GENEVA (Reuters) -The World Trade Organization said on Tuesday it had agreed to set up a panel to examine China’s imposition of duties on imported Australian wine, one of several disputes souring relations between the two countries.
The dispute settlement body, which met behind closed doors on Tuesday, agreed to Australia’s second request after its first attempt was blocked by China in September.
Trade tensions between Australia and its largest trade partner, already rocky after Australia banned Chinese telecoms giant Huawei from its 5G wireless network in 2018, worsened after Canberra called for an international inquiry into the origins of the coronavirus, which was first identified in Wuhan, in central China.
China responded by imposing tariffs on Australian wine and barley and limited imports of Australian beef, coal and grapes – moves described by the United States as “economic coercion”.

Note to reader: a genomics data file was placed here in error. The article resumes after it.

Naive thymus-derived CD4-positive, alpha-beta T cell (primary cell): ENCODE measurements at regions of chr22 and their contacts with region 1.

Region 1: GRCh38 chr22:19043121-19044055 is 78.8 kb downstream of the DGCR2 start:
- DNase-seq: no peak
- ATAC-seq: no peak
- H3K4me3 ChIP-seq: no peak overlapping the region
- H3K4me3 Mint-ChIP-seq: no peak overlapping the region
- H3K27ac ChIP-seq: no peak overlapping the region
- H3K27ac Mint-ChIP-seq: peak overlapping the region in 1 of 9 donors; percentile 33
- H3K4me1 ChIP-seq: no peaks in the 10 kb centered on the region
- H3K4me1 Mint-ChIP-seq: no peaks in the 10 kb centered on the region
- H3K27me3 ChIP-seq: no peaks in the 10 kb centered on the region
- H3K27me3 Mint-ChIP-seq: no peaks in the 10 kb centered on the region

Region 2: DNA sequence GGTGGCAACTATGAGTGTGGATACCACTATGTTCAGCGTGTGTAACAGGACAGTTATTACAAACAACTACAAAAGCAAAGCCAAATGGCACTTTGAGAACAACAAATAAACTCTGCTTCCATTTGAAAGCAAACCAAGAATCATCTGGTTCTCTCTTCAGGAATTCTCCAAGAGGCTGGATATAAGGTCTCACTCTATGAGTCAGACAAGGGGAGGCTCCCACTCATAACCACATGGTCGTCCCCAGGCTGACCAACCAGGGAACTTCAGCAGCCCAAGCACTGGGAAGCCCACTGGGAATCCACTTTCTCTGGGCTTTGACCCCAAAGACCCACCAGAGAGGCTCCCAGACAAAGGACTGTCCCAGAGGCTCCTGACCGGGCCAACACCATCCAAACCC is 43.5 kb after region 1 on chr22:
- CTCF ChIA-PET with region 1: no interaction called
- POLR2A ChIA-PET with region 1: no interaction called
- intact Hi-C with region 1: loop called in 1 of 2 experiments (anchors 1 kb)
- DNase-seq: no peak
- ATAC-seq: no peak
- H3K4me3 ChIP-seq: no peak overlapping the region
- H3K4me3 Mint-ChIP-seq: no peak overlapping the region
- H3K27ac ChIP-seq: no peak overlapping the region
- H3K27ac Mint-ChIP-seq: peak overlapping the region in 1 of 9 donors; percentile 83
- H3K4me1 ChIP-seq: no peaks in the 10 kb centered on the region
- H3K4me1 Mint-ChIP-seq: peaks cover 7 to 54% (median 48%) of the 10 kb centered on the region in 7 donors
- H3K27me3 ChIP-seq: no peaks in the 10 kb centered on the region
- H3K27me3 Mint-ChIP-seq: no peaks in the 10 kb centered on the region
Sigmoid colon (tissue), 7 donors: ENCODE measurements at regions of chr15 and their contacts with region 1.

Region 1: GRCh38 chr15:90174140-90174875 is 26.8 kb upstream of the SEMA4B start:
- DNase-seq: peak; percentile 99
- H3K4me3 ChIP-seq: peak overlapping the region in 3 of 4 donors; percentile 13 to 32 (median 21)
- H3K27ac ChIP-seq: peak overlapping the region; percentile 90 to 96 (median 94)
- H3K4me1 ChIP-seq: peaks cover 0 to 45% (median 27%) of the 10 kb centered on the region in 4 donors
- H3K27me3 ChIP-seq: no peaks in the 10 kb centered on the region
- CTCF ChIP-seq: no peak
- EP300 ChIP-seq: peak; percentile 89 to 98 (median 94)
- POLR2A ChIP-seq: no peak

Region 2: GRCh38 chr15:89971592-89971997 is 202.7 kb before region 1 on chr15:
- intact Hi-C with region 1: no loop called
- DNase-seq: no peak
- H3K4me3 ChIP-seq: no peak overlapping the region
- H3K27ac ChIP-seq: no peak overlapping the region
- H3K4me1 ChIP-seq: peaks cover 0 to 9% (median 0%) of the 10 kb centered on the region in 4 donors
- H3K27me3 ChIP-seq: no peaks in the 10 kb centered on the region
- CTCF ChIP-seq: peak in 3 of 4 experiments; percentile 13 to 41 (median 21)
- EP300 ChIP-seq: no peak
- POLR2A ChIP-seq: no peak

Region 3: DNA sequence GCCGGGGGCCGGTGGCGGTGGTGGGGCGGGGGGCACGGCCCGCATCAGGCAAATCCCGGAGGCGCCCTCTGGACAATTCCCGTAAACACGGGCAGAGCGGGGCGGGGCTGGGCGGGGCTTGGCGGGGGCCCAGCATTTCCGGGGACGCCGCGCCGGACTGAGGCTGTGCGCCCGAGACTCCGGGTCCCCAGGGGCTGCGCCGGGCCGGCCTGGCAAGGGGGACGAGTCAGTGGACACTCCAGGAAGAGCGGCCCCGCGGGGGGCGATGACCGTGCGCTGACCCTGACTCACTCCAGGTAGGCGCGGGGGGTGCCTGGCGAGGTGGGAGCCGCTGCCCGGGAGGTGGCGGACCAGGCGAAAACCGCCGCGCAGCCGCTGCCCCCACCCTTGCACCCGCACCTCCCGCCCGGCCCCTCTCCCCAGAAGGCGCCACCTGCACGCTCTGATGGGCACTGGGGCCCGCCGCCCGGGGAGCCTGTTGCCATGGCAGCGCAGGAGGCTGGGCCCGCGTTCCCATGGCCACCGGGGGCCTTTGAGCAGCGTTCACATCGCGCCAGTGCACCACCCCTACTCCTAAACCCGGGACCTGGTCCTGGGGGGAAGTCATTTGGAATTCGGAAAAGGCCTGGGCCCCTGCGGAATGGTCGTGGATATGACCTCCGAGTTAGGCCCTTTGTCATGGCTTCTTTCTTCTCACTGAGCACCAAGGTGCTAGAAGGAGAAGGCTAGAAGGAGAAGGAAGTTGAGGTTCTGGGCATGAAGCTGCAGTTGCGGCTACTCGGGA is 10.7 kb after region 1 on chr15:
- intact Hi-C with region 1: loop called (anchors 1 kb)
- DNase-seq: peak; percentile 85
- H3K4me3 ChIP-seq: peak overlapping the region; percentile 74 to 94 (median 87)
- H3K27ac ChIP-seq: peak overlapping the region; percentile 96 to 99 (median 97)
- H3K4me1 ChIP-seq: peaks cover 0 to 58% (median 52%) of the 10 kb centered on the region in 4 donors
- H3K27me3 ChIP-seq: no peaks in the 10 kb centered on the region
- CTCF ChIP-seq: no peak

Explaining the decision to seek a WTO panel, Australia’s delegate voiced disappointment that China had not taken concrete steps to respond to its concerns, according to a summary of the meeting https://bit.ly/3bi7oSg published by the WTO.
Australia remained open to further discussions with China with a view to resolving the issues, it added.
“China regrets that Australia decided to further its panel request with regard to the dispute,” China’s delegate said in a statement to Reuters.
“China will vigorously defend its legitimate measures in the following proceedings and is confident that its challenged measures are consistent with relevant WTO rules.”
WTO panels typically deliberate for six months before preparing its ruling. The outcome can then be appealed.
(Reporting by Emma Farge and Aakriti Bhalla in Bengaluru; Editing by David Goodman, Mike Harrison and Nick Macfie)